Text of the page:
In 1773, Captain Duncan had the singular fortune of sitting on the court-martial held on his friend and patron Admiral Keppel, who was not only honourably acquitted, but immediately afterwards received the thanks of both Houses of Parliament.

Having obtained the command of the Monarch seventy-four, the Captain's next expedition was with the squadron sent, under Sir George Rodney, to the relief of Gibraltar, in which they succeeded, and also had the good fortune to capture a fleet of fifteen Spanish merchantmen, with their convoy. Immediately afterwards, on the 16th of January 1779, a Spanish squadron, of eleven ships of the line, hove in sight off Cape St. Vincent. The British fleet directly bore down upon them, when Captain Duncan was the first to come up with the enemy. His daring conduct having been observed by his no less resolute Commander, he was warned of the danger of rushing into a position where he would be exposed to a very unequal contest. "Just what I want," he coolly replied; "I wish to be among them." The Monarch dashed on, and was instantly alongside a ship of larger size, while two of no less magnitude lay within musket-shot. A desperate engagement ensued, but the Captain soon succeeded in disabling the latter, when, directing all his fire against the St. Augustin, that vessel struck in less than half-an-hour; then pushing into the heat of the engagement, the Monarch contributed materially towards the victory which was that day obtained over the Spanish flag.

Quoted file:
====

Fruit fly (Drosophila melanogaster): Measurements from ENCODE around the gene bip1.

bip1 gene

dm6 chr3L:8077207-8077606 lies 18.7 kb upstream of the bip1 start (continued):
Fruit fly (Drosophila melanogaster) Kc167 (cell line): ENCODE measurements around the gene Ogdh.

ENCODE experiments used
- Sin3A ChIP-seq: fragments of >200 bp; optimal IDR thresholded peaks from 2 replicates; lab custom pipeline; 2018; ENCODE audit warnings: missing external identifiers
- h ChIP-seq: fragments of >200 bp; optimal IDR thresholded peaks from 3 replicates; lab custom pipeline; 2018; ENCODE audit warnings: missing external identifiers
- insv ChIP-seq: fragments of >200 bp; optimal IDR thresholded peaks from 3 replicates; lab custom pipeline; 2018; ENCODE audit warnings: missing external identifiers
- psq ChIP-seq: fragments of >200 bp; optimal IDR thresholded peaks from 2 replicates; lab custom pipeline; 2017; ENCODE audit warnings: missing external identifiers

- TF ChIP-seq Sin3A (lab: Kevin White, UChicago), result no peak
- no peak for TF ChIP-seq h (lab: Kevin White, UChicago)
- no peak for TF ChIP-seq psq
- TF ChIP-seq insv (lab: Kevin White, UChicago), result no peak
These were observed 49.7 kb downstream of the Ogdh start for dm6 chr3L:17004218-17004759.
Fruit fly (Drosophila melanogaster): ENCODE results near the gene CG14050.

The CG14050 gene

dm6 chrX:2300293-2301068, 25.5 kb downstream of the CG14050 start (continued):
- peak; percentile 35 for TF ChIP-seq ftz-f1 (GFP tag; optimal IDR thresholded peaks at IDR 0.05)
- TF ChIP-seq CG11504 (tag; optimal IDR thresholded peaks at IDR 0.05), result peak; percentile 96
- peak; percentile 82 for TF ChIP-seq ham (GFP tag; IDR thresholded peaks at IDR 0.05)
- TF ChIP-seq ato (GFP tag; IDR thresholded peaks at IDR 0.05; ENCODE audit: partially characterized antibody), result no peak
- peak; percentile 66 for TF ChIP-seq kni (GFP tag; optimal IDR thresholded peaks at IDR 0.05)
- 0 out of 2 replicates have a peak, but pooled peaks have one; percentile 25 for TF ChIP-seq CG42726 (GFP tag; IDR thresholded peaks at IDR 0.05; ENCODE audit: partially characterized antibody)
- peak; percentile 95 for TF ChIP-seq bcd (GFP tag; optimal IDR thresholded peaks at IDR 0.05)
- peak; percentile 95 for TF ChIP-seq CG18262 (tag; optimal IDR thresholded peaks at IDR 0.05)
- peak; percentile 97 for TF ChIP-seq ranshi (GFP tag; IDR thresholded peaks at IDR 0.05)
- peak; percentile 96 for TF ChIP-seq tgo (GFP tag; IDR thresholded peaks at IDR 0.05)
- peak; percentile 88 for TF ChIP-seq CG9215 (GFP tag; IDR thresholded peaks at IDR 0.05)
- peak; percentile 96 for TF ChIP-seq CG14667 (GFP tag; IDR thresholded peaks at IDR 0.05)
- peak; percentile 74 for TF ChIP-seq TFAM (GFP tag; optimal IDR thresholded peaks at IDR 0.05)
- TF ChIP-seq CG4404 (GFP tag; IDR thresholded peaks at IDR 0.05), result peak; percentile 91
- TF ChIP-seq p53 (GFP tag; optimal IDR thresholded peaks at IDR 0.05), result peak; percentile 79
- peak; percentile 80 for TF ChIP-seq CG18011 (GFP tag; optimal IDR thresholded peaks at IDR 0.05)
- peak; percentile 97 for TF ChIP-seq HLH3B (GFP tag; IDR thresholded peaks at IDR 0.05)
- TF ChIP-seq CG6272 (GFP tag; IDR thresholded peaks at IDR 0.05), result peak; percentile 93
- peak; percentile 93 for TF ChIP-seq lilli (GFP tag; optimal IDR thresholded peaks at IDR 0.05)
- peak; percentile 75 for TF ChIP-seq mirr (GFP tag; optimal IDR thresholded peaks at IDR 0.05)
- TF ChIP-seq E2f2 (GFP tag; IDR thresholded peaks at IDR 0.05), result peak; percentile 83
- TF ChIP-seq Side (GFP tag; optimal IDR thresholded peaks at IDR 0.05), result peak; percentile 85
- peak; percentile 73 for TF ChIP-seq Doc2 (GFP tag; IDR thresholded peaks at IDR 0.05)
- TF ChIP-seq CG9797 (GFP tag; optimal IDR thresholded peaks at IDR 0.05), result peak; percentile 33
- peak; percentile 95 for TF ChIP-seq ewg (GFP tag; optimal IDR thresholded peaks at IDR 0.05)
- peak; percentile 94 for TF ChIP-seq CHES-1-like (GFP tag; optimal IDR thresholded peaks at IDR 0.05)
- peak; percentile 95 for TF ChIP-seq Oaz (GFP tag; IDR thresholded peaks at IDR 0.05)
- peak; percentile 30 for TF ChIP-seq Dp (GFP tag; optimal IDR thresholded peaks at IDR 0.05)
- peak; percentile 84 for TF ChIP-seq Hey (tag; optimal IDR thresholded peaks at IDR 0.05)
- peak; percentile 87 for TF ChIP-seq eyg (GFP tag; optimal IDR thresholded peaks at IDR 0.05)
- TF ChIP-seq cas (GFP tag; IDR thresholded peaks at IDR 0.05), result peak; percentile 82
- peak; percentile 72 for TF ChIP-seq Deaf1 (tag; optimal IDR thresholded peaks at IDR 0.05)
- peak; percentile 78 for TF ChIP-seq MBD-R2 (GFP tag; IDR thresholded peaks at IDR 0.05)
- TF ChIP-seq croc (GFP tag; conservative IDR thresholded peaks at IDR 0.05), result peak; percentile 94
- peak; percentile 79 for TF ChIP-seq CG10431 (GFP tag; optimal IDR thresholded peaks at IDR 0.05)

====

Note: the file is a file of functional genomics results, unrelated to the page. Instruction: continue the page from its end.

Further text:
In 1782, Captain Duncan was appointed to the command of the Blenheim of ninety guns, and was present at the engagement with the united fleet of France and Spain in October, off the mouth of the Straits of Gibraltar. For several years after this, during the peace, he remained in command of the Edgar guardship at Portsmouth ; and, on the 14th September, 1789, was made Rear-Admiral of the Blue. When the late Earl Spencer came to the Admiralty, he inquired for " Keppel's Captain," and, in February, 1795, appointed him Commander-in-Chief of the North Sea Fleet.